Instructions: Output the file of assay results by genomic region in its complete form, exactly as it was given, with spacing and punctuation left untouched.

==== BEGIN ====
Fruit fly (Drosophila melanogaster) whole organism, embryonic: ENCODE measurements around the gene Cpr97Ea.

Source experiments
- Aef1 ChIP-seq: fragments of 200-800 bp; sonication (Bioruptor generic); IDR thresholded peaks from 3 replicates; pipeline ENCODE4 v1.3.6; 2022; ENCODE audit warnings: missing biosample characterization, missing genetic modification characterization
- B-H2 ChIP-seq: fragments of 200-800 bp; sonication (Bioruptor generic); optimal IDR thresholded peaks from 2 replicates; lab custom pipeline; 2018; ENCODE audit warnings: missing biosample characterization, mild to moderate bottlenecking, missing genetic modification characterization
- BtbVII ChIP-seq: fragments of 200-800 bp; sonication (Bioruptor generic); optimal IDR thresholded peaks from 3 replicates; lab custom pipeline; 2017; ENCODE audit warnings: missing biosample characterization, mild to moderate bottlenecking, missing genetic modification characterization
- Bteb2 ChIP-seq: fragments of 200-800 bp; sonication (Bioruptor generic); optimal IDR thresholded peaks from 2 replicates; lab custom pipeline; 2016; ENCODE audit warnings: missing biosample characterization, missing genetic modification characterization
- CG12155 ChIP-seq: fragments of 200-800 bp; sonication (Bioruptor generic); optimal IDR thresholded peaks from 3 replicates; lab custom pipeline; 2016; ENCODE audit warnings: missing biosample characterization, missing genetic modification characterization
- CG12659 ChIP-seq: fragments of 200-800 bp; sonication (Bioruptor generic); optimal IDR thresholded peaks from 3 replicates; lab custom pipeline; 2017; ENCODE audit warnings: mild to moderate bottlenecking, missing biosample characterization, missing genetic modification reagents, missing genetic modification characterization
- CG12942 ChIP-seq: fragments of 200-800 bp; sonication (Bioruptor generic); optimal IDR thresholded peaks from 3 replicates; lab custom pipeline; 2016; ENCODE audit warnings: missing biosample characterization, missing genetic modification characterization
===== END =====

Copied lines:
Fruit fly (Drosophila melanogaster) whole organism, embryonic: ENCODE measurements around the gene Cpr97Ea.

Source experiments
- Aef1 ChIP-seq: fragments of 200-800 bp; sonication (Bioruptor generic); IDR thresholded peaks from 3 replicates; pipeline ENCODE4 v1.3.6; 2022; ENCODE audit warnings: missing biosample characterization, missing genetic modification characterization
- B-H2 ChIP-seq: fragments of 200-800 bp; sonication (Bioruptor generic); optimal IDR thresholded peaks from 2 replicates; lab custom pipeline; 2018; ENCODE audit warnings: missing biosample characterization, mild to moderate bottlenecking, missing genetic modification characterization
- BtbVII ChIP-seq: fragments of 200-800 bp; sonication (Bioruptor generic); optimal IDR thresholded peaks from 3 replicates; lab custom pipeline; 2017; ENCODE audit warnings: missing biosample characterization, mild to moderate bottlenecking, missing genetic modification characterization
- Bteb2 ChIP-seq: fragments of 200-800 bp; sonication (Bioruptor generic); optimal IDR thresholded peaks from 2 replicates; lab custom pipeline; 2016; ENCODE audit warnings: missing biosample characterization, missing genetic modification characterization
- CG12155 ChIP-seq: fragments of 200-800 bp; sonication (Bioruptor generic); optimal IDR thresholded peaks from 3 replicates; lab custom pipeline; 2016; ENCODE audit warnings: missing biosample characterization, missing genetic modification characterization
- CG12659 ChIP-seq: fragments of 200-800 bp; sonication (Bioruptor generic); optimal IDR thresholded peaks from 3 replicates; lab custom pipeline; 2017; ENCODE audit warnings: mild to moderate bottlenecking, missing biosample characterization, missing genetic modification reagents, missing genetic modification characterization
- CG12942 ChIP-seq: fragments of 200-800 bp; sonication (Bioruptor generic); optimal IDR thresholded peaks from 3 replicates; lab custom pipeline; 2016; ENCODE audit warnings: missing biosample characterization, missing genetic modification characterization